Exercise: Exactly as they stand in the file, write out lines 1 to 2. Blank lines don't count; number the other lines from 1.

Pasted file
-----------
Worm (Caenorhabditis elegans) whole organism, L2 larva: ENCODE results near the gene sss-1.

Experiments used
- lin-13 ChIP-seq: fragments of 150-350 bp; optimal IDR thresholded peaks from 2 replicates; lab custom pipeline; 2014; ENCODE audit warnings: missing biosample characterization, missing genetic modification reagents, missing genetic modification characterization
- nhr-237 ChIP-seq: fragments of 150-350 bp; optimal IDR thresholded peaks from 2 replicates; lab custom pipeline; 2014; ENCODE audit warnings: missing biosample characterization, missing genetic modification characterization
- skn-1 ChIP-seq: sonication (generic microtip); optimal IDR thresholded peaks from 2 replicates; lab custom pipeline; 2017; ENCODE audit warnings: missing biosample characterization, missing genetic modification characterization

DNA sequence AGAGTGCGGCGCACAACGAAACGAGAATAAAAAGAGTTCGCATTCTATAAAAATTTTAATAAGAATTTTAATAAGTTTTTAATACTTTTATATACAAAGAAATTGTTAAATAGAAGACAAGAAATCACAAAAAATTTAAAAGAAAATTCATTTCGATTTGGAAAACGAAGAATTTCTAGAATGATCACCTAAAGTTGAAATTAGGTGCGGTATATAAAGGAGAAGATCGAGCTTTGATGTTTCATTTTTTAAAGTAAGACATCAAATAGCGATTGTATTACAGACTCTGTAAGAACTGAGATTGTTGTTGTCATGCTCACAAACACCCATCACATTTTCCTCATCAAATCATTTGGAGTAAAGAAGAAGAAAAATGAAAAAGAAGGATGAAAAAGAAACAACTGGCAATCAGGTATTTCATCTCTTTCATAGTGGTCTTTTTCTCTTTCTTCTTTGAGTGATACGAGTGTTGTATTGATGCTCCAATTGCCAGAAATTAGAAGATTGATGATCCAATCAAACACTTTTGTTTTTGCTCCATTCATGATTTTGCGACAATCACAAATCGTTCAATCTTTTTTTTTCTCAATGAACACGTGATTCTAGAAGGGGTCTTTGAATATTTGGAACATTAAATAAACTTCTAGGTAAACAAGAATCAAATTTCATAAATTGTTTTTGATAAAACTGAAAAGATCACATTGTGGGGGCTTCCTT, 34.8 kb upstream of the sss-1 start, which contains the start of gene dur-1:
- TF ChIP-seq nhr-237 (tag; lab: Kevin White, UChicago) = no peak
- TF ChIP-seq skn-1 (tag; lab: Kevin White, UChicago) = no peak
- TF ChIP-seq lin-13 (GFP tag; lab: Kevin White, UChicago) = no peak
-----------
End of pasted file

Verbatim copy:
Worm (Caenorhabditis elegans) whole organism, L2 larva: ENCODE results near the gene sss-1.

Experiments used